Mothers in Food Justice, Part 1

To celebrate Mother’s Day this Sunday, we asked mothers working in food justice how motherhood has impacted their work. We got so many responses that we’re splitting them into a two-part series. Happy Mother’s Day!

JOANN LOFood Chain Workers Alliance

Joann Lo

Has being a mother affected your approach to and perspective of your work? In what way?

I think becoming a mother has made me more dedicated to my work for social and economic justice. I used to think about what kind of world I wanted as motivation to continue in this long-term struggle, and now I think about what kind of world do I want my kids to have and how can I ensure that they can have food that is nutritious and sustainably produced and provided by workers all along the food chain who are treated fairly and respectfully.

Why do you think it is important that there are women and mothers working in food justice?

I think women and mothers are often more strongly and negatively impacted by the injustices of the current industrial food system – from lower wages, sexual harassment and assault, discrimination in the workplace and by the predominantly white men who hold political and corporate power… So women and mothers need to be in the leadership of the food justice movement – we know firsthand what the problems are and therefore what the solutions are. And in my experience, I know and have collaborated with more women and mothers than men in the food justice and food sovereignty movements.

Do you and your family have a favorite meal to make and eat together?

My kids would probably say that they love making cookies with me. My son has also gotten pretty good at chopping up carrots and broccoli with me to make a veggie and tofu stir-fry.

AKI HIRATA-BAKER, Adopt-a-Farmbox

aki The words ‘responsibility’ and ‘honesty’ took on new meanings. I always thought it was important to be a responsible and honest citizen, friend, partner, etc. But when I became a mother, I found deeper meanings of these words within myself, rather than the outward meaning I gave them for a long time. As I see my kids grow, I see so many pieces of myself in them, some of them good and a lot of them not so pleasant. These are the things they picked up without my conscious effort. All the habits, fear, biases, I wish to ignore in myself were clearly displayed in my children, along with my good eating habits and polite mannerism. How can I call myself a responsible parent if I let them inherit what I see as a problem in myself?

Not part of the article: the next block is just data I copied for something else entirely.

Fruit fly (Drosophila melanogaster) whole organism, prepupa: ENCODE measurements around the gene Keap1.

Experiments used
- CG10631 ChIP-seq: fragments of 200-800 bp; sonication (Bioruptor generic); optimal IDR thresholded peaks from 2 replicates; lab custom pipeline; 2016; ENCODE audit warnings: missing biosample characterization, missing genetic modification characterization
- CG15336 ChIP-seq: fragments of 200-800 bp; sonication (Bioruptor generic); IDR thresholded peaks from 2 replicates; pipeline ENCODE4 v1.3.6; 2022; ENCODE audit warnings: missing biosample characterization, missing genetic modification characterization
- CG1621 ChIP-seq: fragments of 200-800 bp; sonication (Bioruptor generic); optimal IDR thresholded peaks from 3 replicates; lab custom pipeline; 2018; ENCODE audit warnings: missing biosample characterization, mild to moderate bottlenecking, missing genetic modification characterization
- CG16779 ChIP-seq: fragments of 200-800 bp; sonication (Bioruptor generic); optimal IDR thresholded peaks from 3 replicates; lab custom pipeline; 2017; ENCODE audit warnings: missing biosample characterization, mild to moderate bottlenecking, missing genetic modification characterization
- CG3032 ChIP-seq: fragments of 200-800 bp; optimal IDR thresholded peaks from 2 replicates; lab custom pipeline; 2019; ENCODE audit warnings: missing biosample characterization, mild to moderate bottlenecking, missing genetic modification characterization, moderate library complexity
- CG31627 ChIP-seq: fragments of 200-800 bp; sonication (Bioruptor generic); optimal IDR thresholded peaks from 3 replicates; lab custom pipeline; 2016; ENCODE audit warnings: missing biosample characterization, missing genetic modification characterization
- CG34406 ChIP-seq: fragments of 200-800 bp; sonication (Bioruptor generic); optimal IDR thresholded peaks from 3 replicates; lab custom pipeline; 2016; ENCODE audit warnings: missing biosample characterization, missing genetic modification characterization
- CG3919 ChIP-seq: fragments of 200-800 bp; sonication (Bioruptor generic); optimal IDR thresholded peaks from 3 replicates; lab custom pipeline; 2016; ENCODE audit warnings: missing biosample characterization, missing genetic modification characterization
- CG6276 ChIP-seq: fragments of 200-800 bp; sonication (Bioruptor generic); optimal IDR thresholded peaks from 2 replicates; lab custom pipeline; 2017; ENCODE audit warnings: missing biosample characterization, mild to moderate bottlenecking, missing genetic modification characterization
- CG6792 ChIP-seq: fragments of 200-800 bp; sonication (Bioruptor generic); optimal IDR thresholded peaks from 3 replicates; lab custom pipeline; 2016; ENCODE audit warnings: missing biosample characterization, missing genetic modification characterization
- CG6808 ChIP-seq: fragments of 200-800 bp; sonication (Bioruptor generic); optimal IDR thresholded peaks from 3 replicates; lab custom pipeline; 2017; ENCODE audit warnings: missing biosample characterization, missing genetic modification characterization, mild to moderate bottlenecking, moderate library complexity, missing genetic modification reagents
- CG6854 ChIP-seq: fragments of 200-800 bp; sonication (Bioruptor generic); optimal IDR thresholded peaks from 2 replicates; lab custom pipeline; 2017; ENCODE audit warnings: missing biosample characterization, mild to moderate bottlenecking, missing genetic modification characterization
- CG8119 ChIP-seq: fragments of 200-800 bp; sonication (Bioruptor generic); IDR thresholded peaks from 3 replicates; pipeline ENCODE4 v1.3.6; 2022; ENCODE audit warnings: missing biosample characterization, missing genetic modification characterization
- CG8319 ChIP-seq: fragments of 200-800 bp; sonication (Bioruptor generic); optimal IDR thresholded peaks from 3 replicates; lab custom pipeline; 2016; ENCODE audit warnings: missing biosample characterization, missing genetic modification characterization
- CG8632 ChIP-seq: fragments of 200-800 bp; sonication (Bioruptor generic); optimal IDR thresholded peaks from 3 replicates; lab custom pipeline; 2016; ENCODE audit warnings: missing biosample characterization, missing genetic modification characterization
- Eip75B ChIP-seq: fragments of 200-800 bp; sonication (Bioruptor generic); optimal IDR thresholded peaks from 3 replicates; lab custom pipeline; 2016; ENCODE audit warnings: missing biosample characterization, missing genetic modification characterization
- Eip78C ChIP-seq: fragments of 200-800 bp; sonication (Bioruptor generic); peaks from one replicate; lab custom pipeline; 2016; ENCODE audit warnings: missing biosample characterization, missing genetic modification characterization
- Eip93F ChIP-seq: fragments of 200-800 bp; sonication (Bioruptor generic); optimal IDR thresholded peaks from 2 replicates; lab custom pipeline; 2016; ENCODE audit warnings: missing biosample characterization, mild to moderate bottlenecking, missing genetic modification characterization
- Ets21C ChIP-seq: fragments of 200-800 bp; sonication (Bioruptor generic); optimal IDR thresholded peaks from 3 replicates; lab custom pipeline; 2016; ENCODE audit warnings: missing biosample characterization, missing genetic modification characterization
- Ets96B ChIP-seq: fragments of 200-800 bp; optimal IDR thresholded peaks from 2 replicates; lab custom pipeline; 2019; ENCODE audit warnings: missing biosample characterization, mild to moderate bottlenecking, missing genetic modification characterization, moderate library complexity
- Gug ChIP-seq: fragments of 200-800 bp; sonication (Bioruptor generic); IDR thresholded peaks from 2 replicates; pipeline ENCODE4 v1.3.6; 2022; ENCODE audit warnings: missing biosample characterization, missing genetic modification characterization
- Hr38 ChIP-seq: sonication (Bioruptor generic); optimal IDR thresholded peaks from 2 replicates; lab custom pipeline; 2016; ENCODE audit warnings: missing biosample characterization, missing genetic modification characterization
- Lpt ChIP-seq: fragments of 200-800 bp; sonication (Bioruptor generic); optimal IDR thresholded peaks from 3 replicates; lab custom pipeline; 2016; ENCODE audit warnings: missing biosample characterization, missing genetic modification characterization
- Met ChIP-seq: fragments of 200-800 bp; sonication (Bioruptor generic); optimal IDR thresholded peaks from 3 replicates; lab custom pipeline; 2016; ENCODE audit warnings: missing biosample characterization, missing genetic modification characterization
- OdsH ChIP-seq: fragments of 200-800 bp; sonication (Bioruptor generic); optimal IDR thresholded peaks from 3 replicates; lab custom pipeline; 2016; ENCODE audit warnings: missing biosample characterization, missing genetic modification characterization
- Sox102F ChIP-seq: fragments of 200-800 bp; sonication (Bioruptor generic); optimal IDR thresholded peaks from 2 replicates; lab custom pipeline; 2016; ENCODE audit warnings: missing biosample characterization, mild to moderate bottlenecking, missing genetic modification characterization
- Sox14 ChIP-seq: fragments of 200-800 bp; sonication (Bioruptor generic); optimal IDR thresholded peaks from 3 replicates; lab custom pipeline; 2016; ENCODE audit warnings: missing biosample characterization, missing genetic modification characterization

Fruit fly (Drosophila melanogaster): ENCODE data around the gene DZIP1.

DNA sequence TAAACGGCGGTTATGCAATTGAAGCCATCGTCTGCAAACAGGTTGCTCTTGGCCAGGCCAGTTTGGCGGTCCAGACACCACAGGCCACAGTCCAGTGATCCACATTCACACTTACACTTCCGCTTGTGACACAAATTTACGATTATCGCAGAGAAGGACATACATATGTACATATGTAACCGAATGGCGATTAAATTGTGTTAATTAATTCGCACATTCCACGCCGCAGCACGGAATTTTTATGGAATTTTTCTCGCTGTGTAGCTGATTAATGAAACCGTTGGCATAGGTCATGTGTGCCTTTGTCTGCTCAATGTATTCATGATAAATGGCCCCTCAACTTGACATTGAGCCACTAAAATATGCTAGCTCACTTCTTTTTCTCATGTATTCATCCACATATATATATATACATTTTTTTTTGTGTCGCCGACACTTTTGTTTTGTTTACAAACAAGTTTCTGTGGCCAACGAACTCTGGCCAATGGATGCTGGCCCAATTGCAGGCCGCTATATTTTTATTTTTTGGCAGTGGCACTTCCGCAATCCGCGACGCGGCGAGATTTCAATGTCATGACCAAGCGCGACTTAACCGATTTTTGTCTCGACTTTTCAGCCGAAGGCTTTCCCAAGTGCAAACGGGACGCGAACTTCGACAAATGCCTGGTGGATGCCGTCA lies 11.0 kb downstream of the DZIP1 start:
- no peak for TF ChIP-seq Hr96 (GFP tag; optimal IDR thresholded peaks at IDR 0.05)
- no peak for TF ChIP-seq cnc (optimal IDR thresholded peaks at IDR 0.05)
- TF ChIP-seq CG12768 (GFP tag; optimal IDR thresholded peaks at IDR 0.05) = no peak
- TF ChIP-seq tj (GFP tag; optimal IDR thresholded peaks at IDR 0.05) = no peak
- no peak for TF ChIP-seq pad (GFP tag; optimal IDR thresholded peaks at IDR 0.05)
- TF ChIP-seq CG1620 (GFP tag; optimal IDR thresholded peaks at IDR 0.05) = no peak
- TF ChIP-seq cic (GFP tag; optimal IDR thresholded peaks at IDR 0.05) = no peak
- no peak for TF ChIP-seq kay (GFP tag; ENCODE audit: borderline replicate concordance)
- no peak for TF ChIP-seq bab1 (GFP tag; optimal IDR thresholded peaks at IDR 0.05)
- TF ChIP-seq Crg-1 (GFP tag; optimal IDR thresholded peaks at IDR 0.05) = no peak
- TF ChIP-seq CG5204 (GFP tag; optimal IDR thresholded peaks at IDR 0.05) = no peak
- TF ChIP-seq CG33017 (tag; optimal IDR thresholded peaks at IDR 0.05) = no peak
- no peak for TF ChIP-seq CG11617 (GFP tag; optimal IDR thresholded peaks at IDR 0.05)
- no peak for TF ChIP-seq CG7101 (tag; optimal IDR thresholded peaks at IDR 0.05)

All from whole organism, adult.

aki2Self-reflection and self-examination regarding everything I see as part of myself became part of my parenting routine, and being honest with my mistakes and flaws is challenging yet very rewarding. Then it hit me, they are really raising me by being who they are.

All that being said, my children have trained me to be a person who fights for justice – because I am responsible to make the world better, for my children and their generation. With all the lessons they have given me to be a better person, I owe them that much, to say the least.


JULIE WASHBURN, Executive Director at Washington Food Coalition

140417 - Washburns-57 resizeHas being a mother affected your approach to and perspective of your work? In what way?

As a mother, I’m so much more aware of the pain that individuals feel at the prospect of not being able to feed their children. It’s one thing to imagine how you’d feel if you went lacking adequate nutrition, but there’s an immense burden of responsibility in regards to caring for precious little ones who rely on you. 

I’ve come to understand how unbelievably impactful a hungry tummy can be for children. While I’m so fortunate to be able to provide my children with regular nourishment, I’m acutely aware that their behavior can become dreadful if I don’t make sure they are well fed. This is especially true for my toddler. Running late on a mealtime for a child often turns into a temper tantrum that tests my patience, and missing a meal would be heartbreaking and exhausting.

Why do you think it is important that there are women and mothers working in food justice?

As mothers, we develop a deeply rooted second nature that is concerned for the wellness of others. Food is the foundation for wellness, whether it’s for our own children or our neighbors (nearby or global). This is an important perspective to have at the table when it comes to seeking food justice.

Do you and your family have a favorite meal to make and eat together? 

Lately we’ve really gotten in to Taco Tuesdays together. Homemade meals happen almost every night in our house, but as a full time working mom that is no easy task to accomplish. Taco Tuesdays are quick and easy, and the whole family loves the food. I mix it up sometimes with crock pot meat, soft or hard shells, etc.

Stay tuned for Part 2 of Mothers in Food Justice!

Liz Joyce